Why is the resistance of light-dependent resistors wavelength-dependent?

The resistivity of the semiconducting CdS in LDRs is dependent on the intensity of the incident light. This makes sense, given that the more photons (with sufficient photon energy) hit the material, the more electrons are excited into the conductivity band, and resistivity decreases.

However, it also depends on the wavelength (photon energy) of the light. I don't see why this is the case, given that in the photoelectric effect, only a certain energy is required to excite an electron, and if the photon energy is higher, the electron will simply have higher kinetic energy). Thus it would seem that the number of electrons released is not wavelength-dependene.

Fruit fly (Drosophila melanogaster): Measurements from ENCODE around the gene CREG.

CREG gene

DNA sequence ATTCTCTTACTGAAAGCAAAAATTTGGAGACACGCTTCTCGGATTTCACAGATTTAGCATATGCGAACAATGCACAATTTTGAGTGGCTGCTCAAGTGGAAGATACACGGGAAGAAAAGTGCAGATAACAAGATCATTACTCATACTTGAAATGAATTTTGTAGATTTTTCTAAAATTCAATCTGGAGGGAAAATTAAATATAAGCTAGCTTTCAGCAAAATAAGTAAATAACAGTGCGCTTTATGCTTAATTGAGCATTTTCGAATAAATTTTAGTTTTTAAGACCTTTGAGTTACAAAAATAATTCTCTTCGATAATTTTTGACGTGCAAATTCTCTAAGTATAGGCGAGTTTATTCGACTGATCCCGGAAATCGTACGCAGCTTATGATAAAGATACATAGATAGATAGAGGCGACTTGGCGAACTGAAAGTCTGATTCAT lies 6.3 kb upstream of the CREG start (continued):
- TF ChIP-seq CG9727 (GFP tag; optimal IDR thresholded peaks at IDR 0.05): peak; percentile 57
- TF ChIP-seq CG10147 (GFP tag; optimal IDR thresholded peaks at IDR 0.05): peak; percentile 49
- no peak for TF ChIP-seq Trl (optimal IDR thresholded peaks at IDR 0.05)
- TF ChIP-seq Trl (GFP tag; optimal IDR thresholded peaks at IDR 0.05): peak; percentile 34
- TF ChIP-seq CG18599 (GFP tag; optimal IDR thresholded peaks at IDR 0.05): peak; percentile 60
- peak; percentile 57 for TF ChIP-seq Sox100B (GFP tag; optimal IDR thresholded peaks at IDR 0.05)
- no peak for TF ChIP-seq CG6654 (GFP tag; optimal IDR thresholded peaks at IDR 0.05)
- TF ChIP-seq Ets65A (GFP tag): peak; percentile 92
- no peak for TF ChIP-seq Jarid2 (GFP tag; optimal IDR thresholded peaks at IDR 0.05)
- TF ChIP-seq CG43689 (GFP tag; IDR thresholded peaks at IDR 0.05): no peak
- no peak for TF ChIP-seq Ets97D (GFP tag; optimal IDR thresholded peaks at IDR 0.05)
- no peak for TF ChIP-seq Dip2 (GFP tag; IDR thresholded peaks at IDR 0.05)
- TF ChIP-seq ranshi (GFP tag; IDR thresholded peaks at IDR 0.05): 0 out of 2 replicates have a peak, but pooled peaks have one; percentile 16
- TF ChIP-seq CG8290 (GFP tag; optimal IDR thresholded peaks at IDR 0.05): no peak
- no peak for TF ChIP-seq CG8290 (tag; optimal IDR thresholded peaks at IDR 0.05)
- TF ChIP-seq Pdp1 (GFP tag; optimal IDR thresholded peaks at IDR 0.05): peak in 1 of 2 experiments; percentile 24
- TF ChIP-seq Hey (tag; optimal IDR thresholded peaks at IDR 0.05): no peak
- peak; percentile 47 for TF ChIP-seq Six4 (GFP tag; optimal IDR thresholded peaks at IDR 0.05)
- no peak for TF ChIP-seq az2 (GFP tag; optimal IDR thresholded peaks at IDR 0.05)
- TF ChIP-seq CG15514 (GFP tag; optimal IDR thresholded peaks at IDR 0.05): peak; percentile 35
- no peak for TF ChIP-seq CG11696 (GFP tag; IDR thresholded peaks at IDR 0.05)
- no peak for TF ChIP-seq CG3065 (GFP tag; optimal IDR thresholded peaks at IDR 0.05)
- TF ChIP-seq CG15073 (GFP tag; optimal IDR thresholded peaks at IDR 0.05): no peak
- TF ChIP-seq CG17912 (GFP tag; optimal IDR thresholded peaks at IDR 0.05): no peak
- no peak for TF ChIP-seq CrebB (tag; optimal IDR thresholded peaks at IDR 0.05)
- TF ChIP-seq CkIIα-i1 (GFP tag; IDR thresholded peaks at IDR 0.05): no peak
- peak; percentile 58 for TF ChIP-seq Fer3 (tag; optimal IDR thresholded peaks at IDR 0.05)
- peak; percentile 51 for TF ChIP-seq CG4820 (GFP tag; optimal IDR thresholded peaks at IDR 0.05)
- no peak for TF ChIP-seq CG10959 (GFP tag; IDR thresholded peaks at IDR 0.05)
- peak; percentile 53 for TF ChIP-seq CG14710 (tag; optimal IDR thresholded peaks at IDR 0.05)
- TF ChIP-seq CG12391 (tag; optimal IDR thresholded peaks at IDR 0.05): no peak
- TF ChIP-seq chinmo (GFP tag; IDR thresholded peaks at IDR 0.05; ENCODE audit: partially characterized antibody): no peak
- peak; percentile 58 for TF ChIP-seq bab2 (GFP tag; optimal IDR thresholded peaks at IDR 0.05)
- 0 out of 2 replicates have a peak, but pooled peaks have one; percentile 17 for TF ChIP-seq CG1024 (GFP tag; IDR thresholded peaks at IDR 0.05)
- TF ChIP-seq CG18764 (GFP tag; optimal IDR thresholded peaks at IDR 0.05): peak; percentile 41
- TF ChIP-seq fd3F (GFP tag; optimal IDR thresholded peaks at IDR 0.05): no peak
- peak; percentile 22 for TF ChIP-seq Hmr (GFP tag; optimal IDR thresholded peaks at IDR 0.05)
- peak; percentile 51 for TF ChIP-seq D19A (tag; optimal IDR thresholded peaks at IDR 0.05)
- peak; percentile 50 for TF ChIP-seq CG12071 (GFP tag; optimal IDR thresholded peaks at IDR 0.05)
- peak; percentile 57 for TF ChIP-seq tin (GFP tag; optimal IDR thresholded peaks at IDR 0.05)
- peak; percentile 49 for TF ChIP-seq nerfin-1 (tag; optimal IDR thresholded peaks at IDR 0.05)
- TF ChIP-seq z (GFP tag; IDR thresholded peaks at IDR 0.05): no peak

I found this question, which seems to cover a similar topic, but it doesn't deal with LDRs or semiconductors specifically.

• The active area is some thickness. The absorption coefficient is a function of wavelength. Combine the two and... Dec 13 '16 at 17:53